Thursday, July 31, 2008

Oregon or Bust

This is one of my favorite photographs from the Great Depression. The picture was taken in 1936, and shows Vernon Evans by his Model T. Ford. The picture was taken on Highway 10 in Montana. Vernon has left the drought-stricken area of the Dust Bowl, looking for a new start in Oregon. He has his tent tied to his back bumper, and he and his family live in the tent.

What I love about the picture is the sign he has on the back of his car, "Oregon or Bust". I think this reflects the indomitable American Spirit. I was not able to find any other information on Vernon Evans, so I really don't know how things went for him once he got to Oregon, but my guess is that he probably ended up back on his feet.

10 comments:

  1. Please notice that Highway 10 looks like the path we had on the farm to get back and forth between the house and the fields. Thankfully, highway engineering has come a long way in eighty-some years.

    I agree that this guy and his family probably made it to Oregon and succeeded nicely.

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  2. Least it looks like he had good tires. I like that picture!

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  3. I started wondering about him, too, and found that there is an interview with him: here. What a character!

    And a 1982 New York Times article about him here.

    I love your photos!

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  4. Lesley lang, you added a whole new element to this blog, which was already great. It was a good ending to a mystery photo. Gosh Ding, this made my day.

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  5. Good job Leslie Lang - it was nice to read 'the rest of the story'....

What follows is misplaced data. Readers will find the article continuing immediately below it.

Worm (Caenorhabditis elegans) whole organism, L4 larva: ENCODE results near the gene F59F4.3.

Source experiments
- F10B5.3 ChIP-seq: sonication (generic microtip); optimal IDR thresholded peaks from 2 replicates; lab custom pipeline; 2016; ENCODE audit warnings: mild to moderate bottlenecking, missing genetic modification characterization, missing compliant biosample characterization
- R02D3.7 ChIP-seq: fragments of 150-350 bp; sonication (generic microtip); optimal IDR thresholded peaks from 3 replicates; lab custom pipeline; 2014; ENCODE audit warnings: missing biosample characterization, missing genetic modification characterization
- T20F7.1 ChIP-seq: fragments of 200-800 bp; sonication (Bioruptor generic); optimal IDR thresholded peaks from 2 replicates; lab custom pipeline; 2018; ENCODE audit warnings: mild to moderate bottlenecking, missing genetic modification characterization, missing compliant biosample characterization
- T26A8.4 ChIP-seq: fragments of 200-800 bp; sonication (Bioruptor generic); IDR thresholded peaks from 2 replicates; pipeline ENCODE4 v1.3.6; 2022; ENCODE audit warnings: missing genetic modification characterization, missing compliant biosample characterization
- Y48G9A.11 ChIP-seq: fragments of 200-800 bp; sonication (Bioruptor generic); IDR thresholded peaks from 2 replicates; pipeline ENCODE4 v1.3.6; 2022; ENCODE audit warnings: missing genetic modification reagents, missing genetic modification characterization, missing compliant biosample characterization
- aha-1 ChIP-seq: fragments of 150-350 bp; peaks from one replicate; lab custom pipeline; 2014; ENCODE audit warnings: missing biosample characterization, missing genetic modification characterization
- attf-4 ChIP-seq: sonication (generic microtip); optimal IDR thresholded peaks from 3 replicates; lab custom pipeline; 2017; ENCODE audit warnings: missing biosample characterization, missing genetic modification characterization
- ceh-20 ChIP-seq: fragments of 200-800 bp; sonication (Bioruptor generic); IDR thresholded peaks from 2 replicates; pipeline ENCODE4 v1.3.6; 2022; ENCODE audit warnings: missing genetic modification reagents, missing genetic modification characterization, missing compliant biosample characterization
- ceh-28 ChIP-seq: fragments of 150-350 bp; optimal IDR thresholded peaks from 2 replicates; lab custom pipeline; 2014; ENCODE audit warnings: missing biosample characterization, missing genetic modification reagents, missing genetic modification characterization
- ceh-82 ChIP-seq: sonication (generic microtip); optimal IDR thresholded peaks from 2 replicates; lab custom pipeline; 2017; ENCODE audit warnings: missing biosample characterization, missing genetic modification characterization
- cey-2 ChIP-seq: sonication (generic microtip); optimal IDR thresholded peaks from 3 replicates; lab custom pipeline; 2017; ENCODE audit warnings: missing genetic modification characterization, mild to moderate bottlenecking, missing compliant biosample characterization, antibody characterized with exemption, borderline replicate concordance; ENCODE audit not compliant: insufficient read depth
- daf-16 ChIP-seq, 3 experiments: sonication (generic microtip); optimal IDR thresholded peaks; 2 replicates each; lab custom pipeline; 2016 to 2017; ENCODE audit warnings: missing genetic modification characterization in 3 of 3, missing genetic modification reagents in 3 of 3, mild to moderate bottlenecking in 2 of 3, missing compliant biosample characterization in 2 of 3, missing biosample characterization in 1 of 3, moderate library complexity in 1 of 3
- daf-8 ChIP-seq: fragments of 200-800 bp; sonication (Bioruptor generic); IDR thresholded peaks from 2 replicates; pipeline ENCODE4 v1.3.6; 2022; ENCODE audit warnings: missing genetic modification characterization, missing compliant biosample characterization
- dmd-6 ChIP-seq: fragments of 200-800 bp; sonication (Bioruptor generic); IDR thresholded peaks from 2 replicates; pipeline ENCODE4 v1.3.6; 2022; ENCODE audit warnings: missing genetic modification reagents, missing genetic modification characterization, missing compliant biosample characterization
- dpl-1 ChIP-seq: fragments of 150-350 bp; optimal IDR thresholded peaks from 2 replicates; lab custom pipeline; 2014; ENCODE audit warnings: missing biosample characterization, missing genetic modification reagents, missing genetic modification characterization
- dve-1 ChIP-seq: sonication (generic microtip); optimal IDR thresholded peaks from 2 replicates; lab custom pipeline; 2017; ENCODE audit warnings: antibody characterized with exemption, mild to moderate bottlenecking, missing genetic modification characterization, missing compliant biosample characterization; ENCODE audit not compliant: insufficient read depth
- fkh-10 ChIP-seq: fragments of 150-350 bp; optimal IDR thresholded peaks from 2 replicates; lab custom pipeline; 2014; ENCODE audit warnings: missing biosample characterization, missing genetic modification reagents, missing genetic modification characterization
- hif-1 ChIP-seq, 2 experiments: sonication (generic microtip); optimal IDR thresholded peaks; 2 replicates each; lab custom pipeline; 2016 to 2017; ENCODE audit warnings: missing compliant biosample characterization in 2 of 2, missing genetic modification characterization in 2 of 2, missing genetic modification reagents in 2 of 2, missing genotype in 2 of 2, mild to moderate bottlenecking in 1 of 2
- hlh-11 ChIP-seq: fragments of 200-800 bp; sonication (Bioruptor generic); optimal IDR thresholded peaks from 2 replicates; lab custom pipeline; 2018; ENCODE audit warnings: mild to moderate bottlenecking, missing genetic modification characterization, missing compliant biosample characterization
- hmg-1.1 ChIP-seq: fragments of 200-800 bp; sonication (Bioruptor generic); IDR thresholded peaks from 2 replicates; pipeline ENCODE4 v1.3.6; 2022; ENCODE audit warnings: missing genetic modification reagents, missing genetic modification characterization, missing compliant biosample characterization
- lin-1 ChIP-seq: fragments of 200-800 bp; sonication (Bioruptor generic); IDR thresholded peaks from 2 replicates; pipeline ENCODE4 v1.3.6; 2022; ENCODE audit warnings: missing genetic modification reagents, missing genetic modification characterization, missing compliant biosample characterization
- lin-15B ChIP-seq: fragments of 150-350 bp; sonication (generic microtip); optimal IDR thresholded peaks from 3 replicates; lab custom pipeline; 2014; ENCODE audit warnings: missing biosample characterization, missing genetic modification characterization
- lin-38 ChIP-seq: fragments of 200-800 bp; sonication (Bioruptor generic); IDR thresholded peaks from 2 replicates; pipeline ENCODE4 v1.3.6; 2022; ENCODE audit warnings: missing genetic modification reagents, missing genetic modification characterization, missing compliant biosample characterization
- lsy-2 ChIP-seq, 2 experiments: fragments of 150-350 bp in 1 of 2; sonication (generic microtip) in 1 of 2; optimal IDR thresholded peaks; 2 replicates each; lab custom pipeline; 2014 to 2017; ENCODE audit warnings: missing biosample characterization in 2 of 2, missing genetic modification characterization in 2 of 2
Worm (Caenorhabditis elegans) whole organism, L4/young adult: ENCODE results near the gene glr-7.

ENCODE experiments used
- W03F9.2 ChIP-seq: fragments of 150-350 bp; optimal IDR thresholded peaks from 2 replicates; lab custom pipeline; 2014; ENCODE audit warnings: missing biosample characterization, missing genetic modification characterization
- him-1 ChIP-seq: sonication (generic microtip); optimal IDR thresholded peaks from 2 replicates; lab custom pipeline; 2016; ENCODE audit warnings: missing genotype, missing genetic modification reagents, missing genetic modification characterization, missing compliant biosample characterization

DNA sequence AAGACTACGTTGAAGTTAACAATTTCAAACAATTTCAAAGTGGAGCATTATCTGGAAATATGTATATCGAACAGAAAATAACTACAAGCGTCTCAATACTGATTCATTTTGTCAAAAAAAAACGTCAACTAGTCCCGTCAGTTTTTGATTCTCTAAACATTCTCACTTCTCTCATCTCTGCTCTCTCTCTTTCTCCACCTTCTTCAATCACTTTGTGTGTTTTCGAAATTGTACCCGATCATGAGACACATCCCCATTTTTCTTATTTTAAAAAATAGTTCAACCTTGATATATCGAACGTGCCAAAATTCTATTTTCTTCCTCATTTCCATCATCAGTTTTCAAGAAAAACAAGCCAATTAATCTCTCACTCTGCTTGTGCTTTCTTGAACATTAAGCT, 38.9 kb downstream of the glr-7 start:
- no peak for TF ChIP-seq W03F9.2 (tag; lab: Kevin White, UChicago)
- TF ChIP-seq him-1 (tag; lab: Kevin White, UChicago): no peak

love the website as usual....
    How's the oven? :)

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  6. Calibama,
    Stove has been working now for about a week, so keeping my fingers crossed.
    PJM

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  7. Oh, this is such a lovely photo! I have another photograph in a book, "Ruby from Tennessee, Daughter of Migrant Worker Living in America River Camp near Sacramento". Very powerful image.

    -Marianne

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  8. Vernon Evans was a young man working as a hired hand around Lemmon, South Dakota, when the Depression hit. He was let go and couldn't find other work.

    So, Vern, his wife Flora, her sister, her brother and another friend left for Oregon where other friends were already living. Vern was lucky to find a job with the railroad the first day they were in Oregon.

    Vern and Flora lived in Oregon for nine years until his dad died. The returned to the farm in South Dakota and stayed. But the other people on the trip stayed in Oregon and only returned for visits.

    There's an interview with him on http://www.livinghistoryfarm.org/farminginthe30s/movies/evans_money_06.html#

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  9. For anyone who has seen pictures from the Dust Bowl and is wondering what happened to their subjects I just learned about the Farm Security Administration photographers in class and read this book: "Dust Bowl Descent" by Bill Ganzel. This guy tracked down countless subjects and locations of the FSA photos, interviewed them, and took new pictures, including the famous "Migrant Mother" and her children. I would recommend it to anyone and everyone!

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